Responding officers witnessed students and faculty running from the school building or sheltering in place as they entered campus, and soon located multiple victims with gunshot wounds inside.

“Officers immediately attempted to locate the source of the threat and quickly found what appeared to be the shooter with a self-inflicted gunshot wound,” said Mortvedt, who did not answer follow-up questions about whether the gunman was dead. An ensuing search of the school discovered the crude explosive device.

One victim was in critical condition with what appeared to be non-life threatening injuries, said Mortvedt, who described the four other surviving victims as being in “stable” condition.

The gunman’s motive was still under investigation. Authorities said he had made a number of social media posts “in and around the time of the shooting.”

Perry, Iowa, a rural Des Moines exurb of about 8,000 people, is located in the state’s center. The high school, housed at the same address as the town’s middle school, is part of the 1,785-student Perry Community School District.

Republican presidential candidate and former Arkansas Gov. Asa Hutchinson told POLITICO that “anytime there is a shooting in a school our hearts ache” and predicted “this tragedy will dominate the issues we discuss leading up to the caucus.”

Republican presidential candidate Vivek Ramaswamy’s planned “commit to caucus” event Thursday morning with voters in Perry ended up becoming a more informal conversation in which Ramaswamy and attendees prayed and discussed the shooting and other issues.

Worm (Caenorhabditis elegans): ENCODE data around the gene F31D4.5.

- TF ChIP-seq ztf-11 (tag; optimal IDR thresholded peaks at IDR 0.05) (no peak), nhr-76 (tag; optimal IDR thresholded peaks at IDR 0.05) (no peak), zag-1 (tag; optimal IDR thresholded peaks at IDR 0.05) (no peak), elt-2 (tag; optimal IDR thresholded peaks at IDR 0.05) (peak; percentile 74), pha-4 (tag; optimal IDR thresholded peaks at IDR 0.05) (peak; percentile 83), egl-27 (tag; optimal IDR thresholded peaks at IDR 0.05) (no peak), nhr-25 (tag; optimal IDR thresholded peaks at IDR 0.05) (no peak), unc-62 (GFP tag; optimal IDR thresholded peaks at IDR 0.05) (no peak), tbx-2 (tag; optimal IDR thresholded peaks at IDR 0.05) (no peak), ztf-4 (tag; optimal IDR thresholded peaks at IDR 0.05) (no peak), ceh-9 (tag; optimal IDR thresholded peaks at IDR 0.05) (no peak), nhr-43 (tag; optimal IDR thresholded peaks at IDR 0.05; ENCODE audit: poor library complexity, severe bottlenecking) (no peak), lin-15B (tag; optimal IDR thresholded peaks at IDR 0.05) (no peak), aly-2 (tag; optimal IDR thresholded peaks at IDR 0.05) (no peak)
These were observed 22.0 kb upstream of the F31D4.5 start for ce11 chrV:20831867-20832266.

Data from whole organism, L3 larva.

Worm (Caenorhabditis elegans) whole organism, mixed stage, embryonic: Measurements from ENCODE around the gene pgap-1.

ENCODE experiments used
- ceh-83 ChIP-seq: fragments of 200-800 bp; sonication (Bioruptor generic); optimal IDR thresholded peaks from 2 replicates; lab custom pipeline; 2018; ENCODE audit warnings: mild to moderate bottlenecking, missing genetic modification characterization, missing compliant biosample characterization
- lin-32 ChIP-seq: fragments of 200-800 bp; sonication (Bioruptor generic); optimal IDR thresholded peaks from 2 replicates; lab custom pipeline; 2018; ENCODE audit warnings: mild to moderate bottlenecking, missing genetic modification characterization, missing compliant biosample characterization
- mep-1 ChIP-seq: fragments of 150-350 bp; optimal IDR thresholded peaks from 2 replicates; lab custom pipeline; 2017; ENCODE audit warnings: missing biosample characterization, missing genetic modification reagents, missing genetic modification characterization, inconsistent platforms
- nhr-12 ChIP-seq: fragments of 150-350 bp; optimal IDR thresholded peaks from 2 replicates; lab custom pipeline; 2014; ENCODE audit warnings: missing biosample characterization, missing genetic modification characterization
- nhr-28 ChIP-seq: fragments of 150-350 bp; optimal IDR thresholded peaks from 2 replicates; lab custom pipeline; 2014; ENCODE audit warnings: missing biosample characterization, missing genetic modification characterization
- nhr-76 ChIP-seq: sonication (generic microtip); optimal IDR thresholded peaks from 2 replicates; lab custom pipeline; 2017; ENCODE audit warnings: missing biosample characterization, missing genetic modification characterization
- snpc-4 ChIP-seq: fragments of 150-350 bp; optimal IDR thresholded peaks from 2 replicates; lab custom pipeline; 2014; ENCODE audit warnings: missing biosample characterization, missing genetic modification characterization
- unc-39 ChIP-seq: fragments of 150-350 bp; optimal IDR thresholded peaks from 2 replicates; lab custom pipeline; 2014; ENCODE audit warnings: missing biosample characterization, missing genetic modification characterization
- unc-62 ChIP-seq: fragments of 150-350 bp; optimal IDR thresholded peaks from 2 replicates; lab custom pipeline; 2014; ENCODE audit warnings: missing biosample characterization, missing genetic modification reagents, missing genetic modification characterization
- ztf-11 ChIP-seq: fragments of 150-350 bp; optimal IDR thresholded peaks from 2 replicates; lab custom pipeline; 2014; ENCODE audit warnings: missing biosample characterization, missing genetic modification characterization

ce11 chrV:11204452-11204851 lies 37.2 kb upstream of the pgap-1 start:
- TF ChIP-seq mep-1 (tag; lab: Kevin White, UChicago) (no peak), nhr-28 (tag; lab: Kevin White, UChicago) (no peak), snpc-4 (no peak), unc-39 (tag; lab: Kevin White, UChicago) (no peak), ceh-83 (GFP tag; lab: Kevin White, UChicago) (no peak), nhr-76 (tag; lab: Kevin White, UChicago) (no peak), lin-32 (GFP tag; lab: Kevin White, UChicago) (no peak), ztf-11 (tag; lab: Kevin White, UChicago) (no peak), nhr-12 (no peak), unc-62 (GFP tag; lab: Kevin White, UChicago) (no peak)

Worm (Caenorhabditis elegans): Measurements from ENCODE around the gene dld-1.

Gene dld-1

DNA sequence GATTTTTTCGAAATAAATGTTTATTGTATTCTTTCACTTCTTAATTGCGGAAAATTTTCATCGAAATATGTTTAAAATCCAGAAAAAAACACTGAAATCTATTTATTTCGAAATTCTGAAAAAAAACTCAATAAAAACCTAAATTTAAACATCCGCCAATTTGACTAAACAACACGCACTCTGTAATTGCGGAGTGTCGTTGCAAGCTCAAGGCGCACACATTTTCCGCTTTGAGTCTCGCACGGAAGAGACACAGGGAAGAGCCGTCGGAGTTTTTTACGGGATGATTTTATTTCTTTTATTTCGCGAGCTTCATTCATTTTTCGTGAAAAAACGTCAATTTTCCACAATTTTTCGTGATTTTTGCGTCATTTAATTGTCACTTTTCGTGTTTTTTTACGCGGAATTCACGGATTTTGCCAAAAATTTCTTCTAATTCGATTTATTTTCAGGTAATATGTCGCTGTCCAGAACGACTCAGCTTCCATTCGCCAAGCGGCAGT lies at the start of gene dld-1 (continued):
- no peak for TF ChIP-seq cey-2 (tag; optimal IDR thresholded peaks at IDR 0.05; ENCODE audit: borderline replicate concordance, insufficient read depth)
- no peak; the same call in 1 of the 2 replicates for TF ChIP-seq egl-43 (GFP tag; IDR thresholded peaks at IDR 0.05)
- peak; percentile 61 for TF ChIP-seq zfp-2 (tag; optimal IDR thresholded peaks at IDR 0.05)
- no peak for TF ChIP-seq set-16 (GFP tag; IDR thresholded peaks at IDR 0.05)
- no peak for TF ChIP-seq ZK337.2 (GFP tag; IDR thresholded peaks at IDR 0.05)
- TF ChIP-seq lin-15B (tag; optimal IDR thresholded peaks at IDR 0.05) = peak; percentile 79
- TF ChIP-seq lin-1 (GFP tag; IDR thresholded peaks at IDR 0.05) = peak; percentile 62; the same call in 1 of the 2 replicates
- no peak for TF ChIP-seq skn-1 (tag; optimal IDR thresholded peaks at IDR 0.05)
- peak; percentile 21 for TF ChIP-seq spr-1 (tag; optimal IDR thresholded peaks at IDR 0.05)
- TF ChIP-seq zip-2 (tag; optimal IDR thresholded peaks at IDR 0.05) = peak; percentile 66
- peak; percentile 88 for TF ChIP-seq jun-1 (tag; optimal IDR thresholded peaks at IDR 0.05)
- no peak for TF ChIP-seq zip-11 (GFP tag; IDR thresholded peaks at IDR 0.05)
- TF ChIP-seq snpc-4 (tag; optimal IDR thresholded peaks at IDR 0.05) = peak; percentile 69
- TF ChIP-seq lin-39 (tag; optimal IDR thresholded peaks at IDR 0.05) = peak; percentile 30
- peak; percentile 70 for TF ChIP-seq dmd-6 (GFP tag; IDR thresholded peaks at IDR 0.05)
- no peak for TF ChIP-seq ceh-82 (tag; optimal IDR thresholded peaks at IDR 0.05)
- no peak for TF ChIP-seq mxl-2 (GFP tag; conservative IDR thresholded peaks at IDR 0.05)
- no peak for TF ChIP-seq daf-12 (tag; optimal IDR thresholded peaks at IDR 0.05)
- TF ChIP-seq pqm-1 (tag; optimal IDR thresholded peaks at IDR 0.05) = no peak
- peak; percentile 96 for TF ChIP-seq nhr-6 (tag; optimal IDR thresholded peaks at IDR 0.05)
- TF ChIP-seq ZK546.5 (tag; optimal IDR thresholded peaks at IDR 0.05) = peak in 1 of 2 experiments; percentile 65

Ramaswamy has blamed mass shootings on a “mental health epidemic” and campaigned at gun ranges as part of his bid for president. At the event Thursday, he blasted “the false hubris” associated with “knee-jerk” calls for gun control legislation in the wake of mass shootings.

“The temptation is just pass some law, paper it over and say we did something in response to this,” Ramaswamy said. “Sweeping under this real ailment at the heart and soul of our nation and our culture that has spread to the entire next generation and to the unit of the family, the loss of purpose … that’s a false hubris. That’s a belief almost that we are God.”

Republican candidates largely refrained from talking about policy solutions as they offered condolences on social media.

Former South Carolina Gov. Nikki Haley posted on X, formerly Twitter, that “[no] parent, student, or teacher should have to wake up and face news about a school shooting” and said her “heart aches for the victims” and the community.